Friday, December 16, 2016

2016 Opera Year in Review KK Opera Awards


It's time for the 2016 KK Opera Awards.

The most shocking event of the year is the complete absence of Jonas Kaufmann.  I hardly know what to say.  Get well, dear.

New operas for me in 2016 are: Champion by Terence Blanchard at Opera Parallèle, Der Vampyr by Heinrich Marschner in Berlin, Strauss's Die ägyptische Helena in Berlin, Strauss's Die Liebe der Danae in Berlin, Il matrimonio segreto by Domenico Cimarosa at CSUS, Les Indes galante, an opéra-ballet by Jean-Philippe Rameau streamed from Munich, Thomas Adès' Powder her Face at West Edge, Handel's Agrippina at West Edge, Hector Berlioz' Béatrice et Bénédict streamed from Glyndebourne, Bright Sheng's Dream of the Red Chamber from San Francisco Opera, Stockhausen's Donnerstag aus Licht streamed from Basel, Eliogabalo by Cavalli streamed from Paris, and Sancta Susanna by Paul Hindemith in Paris.

I believe only Dream of the Red Chamber was new for everyone. That's 13 new operas, 1 more than last year and none from DVD.  I wouldn't want to see the Stockhausen again, but the rest were all worthy.  I am especially interested in my reaction to the Rameau.  He might be considered a discovery for me.


  • BEST NEW (to me) OPERA AWARD   The candidates are: Der Vampyr, Die Liebe der Danae by Richard Strauss, Les Indes galante by Rameau, and Béatrice et Bénédict by BerliozI enjoyed all of these but found the Berlioz especially charming.  I would happily see this again.

  • BEST MODERN OPERA The candidates are:  Champion, Powder her Face from West Edge, L'Amour de loin from the Met, and Dream of the Red Chamber from San Francisco.  Dream of the Red Chamber was pleasing, but L'Amour was the only home run. It is simply an extraordinary achievement. We had a much broader selection last year.  I left out Lady Macbeth of Mtsensk  from Munich because all the others are 21st century.

  • BEST BAROQUE OPERA AWARD  The candidates are Handel's Agrippina from West Edge, Handel's Il Trionfo del Tempo e del Disinganno from Aix, Cavalli's Eliogabalo from Paris, and Rameau's Les Indes Galantes from Munich.  Following my own prejudices, I didn't like the staging for Eliogabalo or Il Trionfo.  Both of these starred Franco Faggioli.  Since it didn't win best new, I must award to Les Indes Galantes for the beauty of its musical performance.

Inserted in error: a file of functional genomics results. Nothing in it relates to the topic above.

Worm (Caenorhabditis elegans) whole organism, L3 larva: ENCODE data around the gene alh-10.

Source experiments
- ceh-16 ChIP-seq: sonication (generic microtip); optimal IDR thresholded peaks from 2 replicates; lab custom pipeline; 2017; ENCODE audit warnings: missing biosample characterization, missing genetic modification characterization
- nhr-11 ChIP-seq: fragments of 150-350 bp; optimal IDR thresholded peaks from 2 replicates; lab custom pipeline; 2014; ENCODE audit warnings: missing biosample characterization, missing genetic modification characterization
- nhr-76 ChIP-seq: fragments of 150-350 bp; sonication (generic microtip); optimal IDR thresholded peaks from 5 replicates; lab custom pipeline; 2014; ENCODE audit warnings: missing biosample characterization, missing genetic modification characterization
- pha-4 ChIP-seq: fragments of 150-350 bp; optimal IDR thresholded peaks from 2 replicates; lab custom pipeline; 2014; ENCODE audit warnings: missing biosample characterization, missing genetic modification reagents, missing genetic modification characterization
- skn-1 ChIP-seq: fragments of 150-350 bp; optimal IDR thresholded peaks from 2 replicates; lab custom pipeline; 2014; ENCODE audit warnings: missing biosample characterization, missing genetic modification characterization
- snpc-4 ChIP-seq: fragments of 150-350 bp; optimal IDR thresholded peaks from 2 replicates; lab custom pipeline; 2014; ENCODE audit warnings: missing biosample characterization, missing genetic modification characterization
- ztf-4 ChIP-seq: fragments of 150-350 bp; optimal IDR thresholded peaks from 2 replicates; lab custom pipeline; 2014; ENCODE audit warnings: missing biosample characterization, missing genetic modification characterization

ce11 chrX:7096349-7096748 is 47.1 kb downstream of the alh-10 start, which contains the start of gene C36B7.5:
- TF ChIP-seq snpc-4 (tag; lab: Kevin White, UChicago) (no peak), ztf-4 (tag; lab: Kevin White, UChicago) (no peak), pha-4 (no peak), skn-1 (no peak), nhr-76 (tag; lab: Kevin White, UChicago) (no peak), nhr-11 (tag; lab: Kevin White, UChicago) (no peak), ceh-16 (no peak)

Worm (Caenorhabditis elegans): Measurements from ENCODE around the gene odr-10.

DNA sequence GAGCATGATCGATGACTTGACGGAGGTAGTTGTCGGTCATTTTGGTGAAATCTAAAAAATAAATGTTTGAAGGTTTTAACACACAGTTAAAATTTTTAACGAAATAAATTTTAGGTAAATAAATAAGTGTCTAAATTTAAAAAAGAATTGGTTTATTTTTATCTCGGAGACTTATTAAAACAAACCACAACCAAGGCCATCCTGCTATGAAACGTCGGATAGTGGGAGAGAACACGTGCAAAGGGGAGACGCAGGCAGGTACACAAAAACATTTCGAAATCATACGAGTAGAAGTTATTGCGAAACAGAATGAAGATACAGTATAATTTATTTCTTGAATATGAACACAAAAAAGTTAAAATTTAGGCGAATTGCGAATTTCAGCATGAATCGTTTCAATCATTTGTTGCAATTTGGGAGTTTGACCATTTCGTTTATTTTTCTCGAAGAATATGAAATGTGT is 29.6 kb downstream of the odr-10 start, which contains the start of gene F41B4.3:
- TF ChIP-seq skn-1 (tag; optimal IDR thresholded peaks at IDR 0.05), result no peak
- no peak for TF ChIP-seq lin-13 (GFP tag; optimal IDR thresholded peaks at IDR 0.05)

• BEST WAGNER OPERA AWARD perhaps in my lifetime goes to Tristan und Isolde from the Metropolitan Opera.  Such a spectacularly beautiful performance is simply not to be imagined.  I also saw a film from 5 years ago of Die Meistersinger with Gerald Finley which makes an excellent runner up.

  • BEST RICHARD STRAUSS AWARD offers a lot of candidates:  Salome, Elektra, Der Rosenkavalier, Die ägyptische Helena, and Die Liebe der Danae, all from the Deutsche Oper Berlin and Elektra from the Metropolitan Opera.  The Elektras were a virtual tie with a small edge to Berlin.  Considering how much I love Strauss, I should have enjoyed this category a lot more.
  • BEST JANÁČEK OPERA AWARD  The candidates are Jenůfa from the San Francisco Opera, The Cunning Little Vixen from West Edge and Vĕc Makropulos also from the San Francisco.  All three of these were very special.  Nadja Michael was a particularly fabulous Emilia Marty, but the award must go to the powerful, almost overwhelming Jenůfa led by Karita Mattila.  If truth be told, I would not want to have missed any of these.  Modern conductors seem to understand him more than Strauss.
  • BEST HORROR OPERA must go to Marschner's Der Vampyr from the Komische Oper Berlin.  I didn't expect to give this award again, but there it is.  There were axes, guns, wooden stakes, people screaming, vampires, basically all the components of a good horror movie.  It has to win some kind of award.  I think maybe people used to have more fun with opera.  We do wish to mention a runner up:  Hindemith's Sancta Susannah in Paris.  We had rather spectacular nudity and fornicating with a crucifix. 
  • MOST INCOMPREHENSIBLE STAGING OF AN OPERA AWARD  How does The Queen of Spades get to be about Tchaikovsky?  No idea what this means.
  • BEST TRANSFORMATION OF AN OPERA INTO SOMETHING COMPLETELY DIFFERENT  This award must go to another Claus Guth production, Salome from Berlin.  Instead of Herodias getting rid of John the Baptist through her daughter, we have Salome getting revenge on Herod, her sexual tormentor.  Instead of the Bible, we are in a men's clothing store.  No necrophilia, no striptease, none of the usual nastiness. 
  • BEST OPERA OF THE YEAR goes to Tristan.  Seldom have I felt such love for a performance of any opera.  Bravi tutti.

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